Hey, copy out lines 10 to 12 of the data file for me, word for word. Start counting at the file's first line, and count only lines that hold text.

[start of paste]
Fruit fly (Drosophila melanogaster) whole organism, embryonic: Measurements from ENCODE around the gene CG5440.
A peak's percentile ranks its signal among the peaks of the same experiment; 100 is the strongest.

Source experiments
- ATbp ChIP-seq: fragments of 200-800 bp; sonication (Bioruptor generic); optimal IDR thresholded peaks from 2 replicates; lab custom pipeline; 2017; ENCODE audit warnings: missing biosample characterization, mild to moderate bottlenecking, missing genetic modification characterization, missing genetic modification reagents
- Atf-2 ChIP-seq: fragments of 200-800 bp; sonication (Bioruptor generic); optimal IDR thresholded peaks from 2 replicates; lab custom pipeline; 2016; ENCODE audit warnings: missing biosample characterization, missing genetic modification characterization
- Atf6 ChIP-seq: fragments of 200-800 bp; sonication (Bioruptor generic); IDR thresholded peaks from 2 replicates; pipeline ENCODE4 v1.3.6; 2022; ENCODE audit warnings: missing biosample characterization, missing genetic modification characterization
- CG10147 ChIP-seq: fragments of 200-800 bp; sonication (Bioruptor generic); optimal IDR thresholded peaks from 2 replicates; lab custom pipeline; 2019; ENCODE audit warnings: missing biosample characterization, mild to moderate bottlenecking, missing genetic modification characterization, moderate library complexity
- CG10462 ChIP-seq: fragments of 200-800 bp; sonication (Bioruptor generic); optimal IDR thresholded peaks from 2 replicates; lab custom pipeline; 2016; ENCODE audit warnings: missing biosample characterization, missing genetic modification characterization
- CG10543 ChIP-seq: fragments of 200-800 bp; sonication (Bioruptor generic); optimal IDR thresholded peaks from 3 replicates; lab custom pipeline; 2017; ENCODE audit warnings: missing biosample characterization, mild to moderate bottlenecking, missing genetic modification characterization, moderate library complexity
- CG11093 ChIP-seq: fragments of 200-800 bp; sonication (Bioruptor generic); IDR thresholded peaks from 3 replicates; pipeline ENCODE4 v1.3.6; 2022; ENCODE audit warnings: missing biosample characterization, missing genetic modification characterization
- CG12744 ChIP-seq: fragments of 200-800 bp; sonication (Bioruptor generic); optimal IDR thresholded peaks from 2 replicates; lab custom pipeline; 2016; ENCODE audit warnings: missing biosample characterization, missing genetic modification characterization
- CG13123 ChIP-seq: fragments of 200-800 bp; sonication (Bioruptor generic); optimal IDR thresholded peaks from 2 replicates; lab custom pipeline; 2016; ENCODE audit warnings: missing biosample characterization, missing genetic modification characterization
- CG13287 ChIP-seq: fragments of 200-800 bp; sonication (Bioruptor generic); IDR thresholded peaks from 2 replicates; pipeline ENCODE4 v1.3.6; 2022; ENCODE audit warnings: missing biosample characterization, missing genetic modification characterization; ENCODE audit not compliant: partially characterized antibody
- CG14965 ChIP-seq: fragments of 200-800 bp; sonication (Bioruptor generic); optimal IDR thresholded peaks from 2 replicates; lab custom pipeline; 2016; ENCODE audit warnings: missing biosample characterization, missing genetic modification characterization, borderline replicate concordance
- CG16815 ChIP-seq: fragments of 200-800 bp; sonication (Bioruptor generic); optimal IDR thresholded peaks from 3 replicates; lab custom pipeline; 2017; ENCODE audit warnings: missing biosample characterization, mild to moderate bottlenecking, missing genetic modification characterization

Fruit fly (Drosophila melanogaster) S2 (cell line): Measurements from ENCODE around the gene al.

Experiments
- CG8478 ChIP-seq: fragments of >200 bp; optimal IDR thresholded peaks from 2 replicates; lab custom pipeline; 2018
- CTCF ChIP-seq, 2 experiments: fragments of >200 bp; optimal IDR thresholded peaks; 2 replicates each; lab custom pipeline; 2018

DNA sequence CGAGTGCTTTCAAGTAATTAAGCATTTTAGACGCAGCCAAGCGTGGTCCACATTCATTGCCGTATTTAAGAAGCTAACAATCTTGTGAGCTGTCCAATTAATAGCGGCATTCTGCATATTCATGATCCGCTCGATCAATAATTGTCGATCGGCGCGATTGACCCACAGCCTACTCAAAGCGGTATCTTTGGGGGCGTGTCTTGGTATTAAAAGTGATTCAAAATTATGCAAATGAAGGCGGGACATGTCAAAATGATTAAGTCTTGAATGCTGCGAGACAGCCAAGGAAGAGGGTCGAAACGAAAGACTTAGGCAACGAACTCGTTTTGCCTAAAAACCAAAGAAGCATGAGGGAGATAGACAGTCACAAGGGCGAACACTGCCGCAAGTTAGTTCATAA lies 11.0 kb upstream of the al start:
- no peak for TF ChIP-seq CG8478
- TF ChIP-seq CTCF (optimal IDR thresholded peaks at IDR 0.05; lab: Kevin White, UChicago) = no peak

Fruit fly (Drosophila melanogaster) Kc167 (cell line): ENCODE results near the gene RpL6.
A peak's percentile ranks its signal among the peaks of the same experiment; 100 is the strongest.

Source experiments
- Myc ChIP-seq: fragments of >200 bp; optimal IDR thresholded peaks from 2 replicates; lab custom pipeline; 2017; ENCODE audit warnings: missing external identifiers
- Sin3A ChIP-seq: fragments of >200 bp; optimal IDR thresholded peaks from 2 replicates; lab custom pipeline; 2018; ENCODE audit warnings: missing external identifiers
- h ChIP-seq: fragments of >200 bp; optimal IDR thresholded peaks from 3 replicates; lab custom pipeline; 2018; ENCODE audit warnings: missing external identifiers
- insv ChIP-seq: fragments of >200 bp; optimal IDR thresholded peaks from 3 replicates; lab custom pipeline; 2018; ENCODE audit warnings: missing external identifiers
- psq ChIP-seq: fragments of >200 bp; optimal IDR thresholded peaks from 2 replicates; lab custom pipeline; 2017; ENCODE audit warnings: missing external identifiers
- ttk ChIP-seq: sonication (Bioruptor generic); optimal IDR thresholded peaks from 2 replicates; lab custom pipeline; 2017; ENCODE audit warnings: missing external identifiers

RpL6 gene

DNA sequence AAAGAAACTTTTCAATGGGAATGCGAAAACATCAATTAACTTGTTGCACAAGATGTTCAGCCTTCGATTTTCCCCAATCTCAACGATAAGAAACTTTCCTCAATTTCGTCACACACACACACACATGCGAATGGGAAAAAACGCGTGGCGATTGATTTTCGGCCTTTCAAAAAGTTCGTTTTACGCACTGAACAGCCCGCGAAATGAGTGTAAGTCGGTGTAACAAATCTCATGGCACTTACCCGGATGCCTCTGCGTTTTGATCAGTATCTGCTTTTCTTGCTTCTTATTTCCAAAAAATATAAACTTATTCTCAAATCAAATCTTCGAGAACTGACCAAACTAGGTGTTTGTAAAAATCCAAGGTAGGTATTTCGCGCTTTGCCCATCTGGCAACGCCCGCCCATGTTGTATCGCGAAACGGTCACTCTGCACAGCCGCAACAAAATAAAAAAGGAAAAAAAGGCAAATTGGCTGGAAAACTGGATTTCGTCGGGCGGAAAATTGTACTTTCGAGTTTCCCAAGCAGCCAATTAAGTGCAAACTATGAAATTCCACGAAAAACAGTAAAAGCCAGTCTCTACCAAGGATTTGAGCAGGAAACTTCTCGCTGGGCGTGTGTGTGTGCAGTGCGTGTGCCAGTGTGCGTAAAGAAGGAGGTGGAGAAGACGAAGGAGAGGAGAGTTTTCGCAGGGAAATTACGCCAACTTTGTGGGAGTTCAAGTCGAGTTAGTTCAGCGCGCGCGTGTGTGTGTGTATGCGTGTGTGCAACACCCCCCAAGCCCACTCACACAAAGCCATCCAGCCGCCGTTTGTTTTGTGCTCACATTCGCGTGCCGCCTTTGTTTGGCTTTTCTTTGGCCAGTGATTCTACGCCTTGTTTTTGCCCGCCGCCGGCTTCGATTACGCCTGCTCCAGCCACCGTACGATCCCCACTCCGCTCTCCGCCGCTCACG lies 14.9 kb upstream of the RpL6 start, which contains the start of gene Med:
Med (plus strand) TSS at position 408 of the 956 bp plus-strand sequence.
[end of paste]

- CG11093 ChIP-seq: fragments of 200-800 bp; sonication (Bioruptor generic); IDR thresholded peaks from 3 replicates; pipeline ENCODE4 v1.3.6; 2022; ENCODE audit warnings: missing biosample characterization, missing genetic modification characterization
- CG12744 ChIP-seq: fragments of 200-800 bp; sonication (Bioruptor generic); optimal IDR thresholded peaks from 2 replicates; lab custom pipeline; 2016; ENCODE audit warnings: missing biosample characterization, missing genetic modification characterization
- CG13123 ChIP-seq: fragments of 200-800 bp; sonication (Bioruptor generic); optimal IDR thresholded peaks from 2 replicates; lab custom pipeline; 2016; ENCODE audit warnings: missing biosample characterization, missing genetic modification characterization